And will our intentions with all of that recorded history and thought be understood with the same intention it was made with? After all, the future history could be colored with a jaundiced eye that receives its primary instruction of belief from a society that is even more Christian-oriented than it is today. Or perhaps one where a spiritual belief of any kind has been abandoned for one reason or another. Perhaps, our digital media recordings have been wiped from recorded history because of some digital disaster. And the written, paper media has been dissipated and dissolved from the inevitable decay of time. That would mean that all that was left were the storytellers – left to repeat and reiterate the understanding of our history from generation to generation around the nighttime fires.

Yes, the storyteller has the chance to reign supreme if a complete failure of human society occurs. If the world suddenly becomes the nightmares depicted within the Mad Max movies, the storytellers will continue. And knowing the manner in which stories are misremembered within oral-only tellings, how much can our history become distorted? How much bias can be injected into the remembering of Pagans and Polytheists by the Storyteller themselves? Yes, there is power in the Spoken word; particularly if the written word is not there to provide a secondary reference.

Now I am painting a particularly gloomy future. But the same distortion can be found if a utopian, technology-driven society is in place. After all, a Pagan, Polytheist society can be wiped out by a societal group with sufficient numbers. What would these archeologists make of all of us? Would we be a backward society? Would we be a small, superstitious cult?

On the other hand, a society that grows into something our wildest dreams could not even contain may look at our current Pagan and Polytheist communities as individuals who had to fight for equality and proper recognition. And sometimes lost those battles. Perhaps an archeological dig would turn up our various ritual tools, and Pagan-eseque items. We could be scoffed at for our consumerist tendencies. Or our future generations may wonder how we could manage our rituals and home worship without this particular item or another.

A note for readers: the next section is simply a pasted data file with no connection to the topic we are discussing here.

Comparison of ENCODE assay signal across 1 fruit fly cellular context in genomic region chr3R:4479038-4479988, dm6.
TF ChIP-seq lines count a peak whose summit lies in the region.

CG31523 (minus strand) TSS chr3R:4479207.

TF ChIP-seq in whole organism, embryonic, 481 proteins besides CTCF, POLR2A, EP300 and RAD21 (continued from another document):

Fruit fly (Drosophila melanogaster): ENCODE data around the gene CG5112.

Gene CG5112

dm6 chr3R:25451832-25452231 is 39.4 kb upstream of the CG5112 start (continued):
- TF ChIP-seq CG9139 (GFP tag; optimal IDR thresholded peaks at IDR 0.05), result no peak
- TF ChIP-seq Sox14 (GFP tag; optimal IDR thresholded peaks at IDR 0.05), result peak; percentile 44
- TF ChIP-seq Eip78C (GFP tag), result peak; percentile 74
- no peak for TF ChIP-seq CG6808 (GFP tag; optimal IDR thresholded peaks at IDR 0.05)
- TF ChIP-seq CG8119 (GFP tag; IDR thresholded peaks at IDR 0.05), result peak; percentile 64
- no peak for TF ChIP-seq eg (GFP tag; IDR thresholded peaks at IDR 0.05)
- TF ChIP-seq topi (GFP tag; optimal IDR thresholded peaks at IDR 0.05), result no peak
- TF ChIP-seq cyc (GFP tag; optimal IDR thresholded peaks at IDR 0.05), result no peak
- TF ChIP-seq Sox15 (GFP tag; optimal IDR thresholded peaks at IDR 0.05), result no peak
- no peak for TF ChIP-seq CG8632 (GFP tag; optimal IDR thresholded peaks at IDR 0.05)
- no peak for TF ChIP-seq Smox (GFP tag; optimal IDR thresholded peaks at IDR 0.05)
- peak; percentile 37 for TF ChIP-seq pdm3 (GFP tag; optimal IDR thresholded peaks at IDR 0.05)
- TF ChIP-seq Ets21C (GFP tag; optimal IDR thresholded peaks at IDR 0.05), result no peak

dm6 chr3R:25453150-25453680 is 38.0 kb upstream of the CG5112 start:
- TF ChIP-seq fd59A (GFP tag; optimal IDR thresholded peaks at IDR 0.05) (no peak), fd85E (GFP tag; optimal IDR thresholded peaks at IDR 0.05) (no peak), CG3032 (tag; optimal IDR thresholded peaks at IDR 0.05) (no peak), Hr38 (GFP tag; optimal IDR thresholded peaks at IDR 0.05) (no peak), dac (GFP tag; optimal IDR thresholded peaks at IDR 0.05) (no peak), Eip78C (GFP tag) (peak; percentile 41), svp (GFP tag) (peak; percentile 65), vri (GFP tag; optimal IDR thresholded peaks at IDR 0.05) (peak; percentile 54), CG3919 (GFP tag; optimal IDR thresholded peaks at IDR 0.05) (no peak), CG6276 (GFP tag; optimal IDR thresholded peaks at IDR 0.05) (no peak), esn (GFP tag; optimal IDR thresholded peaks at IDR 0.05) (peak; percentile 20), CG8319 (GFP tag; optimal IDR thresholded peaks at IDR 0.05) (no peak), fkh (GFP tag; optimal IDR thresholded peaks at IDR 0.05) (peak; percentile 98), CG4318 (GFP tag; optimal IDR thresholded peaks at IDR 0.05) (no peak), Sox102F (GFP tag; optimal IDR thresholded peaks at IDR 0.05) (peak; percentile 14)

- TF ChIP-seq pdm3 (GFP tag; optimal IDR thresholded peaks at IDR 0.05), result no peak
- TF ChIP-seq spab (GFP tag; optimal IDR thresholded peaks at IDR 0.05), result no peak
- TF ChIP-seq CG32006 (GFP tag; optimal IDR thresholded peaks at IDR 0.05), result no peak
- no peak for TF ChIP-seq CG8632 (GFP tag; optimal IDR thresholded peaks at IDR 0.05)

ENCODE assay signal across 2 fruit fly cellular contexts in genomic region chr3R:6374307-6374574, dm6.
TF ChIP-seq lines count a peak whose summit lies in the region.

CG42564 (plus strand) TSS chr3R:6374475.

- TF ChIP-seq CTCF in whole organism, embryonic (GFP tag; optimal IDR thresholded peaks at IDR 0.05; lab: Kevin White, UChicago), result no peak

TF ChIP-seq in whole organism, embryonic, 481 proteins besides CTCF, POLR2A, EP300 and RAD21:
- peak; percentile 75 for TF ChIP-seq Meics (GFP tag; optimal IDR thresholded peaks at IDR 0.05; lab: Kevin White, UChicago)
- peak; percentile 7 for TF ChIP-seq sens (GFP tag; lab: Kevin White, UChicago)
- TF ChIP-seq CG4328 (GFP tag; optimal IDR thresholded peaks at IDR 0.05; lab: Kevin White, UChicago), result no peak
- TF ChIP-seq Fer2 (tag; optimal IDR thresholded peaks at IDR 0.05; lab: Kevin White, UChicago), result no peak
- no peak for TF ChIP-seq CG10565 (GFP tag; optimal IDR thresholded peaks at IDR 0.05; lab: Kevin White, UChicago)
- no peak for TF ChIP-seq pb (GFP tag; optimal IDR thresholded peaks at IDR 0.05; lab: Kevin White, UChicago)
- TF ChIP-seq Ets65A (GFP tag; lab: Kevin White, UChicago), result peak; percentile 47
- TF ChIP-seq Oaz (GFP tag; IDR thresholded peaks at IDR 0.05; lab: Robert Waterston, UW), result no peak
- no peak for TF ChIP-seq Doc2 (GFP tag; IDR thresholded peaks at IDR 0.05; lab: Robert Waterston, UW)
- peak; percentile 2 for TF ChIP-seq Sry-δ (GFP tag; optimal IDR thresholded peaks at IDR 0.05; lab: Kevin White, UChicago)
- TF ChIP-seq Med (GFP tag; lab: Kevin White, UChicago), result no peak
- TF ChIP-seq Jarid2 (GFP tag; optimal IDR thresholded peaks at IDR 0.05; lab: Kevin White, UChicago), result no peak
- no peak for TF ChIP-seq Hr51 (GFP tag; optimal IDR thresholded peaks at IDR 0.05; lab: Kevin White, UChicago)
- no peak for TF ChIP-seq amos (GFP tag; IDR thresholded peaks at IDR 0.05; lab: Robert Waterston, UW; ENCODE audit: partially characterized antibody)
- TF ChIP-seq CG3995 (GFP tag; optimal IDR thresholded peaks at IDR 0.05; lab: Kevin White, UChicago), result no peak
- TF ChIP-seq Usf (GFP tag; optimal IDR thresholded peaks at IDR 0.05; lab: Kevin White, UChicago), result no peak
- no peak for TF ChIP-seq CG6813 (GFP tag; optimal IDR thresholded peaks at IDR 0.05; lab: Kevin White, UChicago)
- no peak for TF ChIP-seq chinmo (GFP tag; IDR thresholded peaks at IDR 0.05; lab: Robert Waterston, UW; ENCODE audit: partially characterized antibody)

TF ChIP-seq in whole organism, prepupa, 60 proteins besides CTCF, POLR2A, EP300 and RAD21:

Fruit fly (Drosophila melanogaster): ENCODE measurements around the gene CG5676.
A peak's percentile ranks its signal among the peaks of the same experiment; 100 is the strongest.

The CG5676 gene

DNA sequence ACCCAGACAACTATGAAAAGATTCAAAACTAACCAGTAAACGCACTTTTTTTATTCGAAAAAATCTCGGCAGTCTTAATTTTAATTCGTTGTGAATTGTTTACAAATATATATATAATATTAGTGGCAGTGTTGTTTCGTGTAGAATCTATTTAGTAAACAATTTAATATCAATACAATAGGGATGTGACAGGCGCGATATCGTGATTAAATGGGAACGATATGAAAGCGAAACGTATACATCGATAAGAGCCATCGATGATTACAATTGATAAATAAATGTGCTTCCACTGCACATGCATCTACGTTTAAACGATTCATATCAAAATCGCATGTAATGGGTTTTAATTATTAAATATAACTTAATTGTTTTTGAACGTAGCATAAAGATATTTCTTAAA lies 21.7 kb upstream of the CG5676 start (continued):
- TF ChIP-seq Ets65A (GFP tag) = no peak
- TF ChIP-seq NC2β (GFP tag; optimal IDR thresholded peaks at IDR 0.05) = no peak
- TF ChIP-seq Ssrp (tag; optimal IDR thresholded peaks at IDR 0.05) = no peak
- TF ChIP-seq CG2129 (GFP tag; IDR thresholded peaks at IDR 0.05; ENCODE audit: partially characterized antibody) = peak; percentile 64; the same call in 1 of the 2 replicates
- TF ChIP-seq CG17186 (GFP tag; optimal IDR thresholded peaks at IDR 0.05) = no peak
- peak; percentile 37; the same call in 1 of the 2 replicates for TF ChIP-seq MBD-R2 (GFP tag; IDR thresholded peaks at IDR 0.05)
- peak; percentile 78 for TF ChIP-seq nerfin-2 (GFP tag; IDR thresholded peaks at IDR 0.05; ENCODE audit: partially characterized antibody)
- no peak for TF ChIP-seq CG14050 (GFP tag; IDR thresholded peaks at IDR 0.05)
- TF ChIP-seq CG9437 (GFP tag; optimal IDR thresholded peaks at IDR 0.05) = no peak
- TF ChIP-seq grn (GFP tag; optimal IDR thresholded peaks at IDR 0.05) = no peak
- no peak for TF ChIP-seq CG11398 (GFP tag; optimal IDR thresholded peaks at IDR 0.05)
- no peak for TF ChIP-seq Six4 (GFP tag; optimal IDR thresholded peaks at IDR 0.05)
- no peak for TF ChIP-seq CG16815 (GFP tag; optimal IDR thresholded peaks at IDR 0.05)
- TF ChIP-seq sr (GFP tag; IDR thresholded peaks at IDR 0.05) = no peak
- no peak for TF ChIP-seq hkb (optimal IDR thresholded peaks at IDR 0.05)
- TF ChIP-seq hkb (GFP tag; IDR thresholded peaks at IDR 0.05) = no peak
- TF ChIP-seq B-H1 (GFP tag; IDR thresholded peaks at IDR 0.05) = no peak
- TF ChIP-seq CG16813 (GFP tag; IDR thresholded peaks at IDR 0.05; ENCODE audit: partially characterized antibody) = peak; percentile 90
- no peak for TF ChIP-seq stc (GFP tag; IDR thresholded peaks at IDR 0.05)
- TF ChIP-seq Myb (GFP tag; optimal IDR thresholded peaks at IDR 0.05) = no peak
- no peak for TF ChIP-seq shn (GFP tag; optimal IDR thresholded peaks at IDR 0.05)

All of this makes me wonder even more about how I might be perceived were my home be the site of an archeological dig. Would it be possible to tell the difference between my Pagan home versus those of my nearby neighbors, most of whom are Catholic? Should they be able to tell the difference, aside from my backyard stone circle? When it comes to our history, the cultural effects that we might leave behind as Pagans and Polytheists, could the future properly decipher who we were, what we believed, and how we lived? And if we are to create something that would provide these clues in an appropriate manner, how should our lives look?

And honestly, while these are great questions to marvel over – to tease some odd angles out of our thinking – much of this smacks of the old “Pagan Enough” movement of a few years back, for which I have a good deal of disdain for. A Pagan is a Pagan. It is not what they own, what they wear, who they have sex with, what books are on their shelves, or how large their compost pile is that makes them who they are. Its what is in their heart, and how they approach their concept of what is divine. It is about how they connect to their environment around them. And not one bit of that can be discerned by their photos, the clothes in their closet, who they read or what car they drive.  No, it is what is in their hearts and who they are – and the truth they have for themselves. And when we finally have the ability to leave that behind in something other than our writings and recordings – then we might be able to convey that to the future. But until that becomes possible, the clues we leave behind have just as much of a chance to confusing us as the clues left behind by our ancestors from prehistoric ages. Much like we are doing to our previous generations, our future generations will have to make the best-educated guesses that they can – and run the intermediate risks of being wrong.